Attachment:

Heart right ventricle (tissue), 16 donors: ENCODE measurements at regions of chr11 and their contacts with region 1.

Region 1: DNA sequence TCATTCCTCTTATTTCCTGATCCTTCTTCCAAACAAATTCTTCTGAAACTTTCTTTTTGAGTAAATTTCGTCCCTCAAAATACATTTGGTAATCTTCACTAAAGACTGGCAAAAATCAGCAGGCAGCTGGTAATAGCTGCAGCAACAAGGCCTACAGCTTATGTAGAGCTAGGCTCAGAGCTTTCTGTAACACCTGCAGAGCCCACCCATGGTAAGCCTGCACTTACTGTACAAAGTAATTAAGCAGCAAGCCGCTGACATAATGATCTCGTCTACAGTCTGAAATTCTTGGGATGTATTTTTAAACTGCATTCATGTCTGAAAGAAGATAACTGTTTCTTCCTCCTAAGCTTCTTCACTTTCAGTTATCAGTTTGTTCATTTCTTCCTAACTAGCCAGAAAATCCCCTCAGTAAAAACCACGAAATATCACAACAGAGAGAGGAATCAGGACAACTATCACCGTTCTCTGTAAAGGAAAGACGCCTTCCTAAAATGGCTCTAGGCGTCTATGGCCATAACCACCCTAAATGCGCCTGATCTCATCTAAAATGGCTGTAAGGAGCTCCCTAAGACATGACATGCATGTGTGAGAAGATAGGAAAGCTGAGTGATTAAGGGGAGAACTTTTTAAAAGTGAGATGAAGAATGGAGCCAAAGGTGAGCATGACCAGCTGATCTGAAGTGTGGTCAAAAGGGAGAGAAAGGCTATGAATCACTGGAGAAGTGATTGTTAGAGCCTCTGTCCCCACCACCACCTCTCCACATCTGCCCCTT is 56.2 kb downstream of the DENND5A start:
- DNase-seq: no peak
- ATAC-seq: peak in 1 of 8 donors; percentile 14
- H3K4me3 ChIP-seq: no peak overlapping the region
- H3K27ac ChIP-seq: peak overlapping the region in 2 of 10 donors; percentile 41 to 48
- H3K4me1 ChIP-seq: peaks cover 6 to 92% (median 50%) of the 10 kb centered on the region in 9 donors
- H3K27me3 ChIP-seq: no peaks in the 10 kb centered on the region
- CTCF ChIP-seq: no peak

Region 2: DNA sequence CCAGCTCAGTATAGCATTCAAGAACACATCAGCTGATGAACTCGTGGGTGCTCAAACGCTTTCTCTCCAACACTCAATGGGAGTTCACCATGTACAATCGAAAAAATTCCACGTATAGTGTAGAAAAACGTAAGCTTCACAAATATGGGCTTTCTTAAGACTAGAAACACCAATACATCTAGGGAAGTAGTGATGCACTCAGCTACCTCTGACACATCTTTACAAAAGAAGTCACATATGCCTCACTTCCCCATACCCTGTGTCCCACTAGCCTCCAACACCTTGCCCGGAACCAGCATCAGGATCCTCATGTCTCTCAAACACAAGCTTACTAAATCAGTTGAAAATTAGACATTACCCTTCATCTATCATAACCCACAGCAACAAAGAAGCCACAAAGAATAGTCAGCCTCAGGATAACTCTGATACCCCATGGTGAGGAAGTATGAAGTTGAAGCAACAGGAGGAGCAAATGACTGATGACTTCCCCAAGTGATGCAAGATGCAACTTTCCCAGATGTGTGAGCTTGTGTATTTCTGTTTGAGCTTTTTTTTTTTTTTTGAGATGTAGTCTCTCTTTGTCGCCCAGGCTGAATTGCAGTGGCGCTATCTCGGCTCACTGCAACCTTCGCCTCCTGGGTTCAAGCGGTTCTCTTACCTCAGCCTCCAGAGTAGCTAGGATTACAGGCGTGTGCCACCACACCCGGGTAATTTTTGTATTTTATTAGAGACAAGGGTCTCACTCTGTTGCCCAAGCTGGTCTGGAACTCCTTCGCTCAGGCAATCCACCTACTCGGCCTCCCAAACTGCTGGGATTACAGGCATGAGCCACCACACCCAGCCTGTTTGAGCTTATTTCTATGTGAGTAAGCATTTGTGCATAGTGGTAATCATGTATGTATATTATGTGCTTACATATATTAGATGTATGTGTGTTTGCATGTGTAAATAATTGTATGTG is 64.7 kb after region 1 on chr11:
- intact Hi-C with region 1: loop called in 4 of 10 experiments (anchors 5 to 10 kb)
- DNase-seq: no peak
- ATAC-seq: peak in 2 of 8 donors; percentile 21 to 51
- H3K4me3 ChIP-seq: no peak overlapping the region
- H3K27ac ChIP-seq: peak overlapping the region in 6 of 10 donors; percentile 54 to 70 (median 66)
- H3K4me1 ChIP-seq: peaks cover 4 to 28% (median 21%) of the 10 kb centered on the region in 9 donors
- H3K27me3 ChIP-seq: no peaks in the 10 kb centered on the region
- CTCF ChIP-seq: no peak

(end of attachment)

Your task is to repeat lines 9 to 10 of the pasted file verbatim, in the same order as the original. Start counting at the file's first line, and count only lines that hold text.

- CTCF ChIP-seq: no peak

Region 2: DNA sequence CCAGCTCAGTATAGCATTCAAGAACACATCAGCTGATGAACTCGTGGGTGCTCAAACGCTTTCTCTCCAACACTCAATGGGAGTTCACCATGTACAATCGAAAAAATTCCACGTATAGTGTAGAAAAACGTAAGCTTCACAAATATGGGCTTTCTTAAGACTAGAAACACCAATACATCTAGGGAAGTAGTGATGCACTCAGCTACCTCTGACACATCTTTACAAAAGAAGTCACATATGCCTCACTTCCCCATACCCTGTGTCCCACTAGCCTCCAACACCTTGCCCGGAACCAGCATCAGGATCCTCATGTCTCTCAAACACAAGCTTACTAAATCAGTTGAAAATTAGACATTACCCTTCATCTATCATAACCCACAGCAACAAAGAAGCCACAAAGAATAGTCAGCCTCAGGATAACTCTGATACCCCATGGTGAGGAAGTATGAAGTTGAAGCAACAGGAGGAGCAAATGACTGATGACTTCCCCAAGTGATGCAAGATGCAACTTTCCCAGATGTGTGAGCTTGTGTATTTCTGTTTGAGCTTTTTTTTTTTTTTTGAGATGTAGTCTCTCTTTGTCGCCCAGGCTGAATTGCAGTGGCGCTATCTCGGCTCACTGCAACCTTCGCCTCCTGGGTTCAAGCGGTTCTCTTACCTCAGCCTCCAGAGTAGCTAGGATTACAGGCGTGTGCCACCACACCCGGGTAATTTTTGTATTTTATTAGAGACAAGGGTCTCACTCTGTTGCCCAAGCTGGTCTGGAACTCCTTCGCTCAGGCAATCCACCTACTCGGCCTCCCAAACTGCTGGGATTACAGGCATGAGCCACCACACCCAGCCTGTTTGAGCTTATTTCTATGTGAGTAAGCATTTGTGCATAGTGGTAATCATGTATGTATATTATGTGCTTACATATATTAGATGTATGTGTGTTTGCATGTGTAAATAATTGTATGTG is 64.7 kb after region 1 on chr11: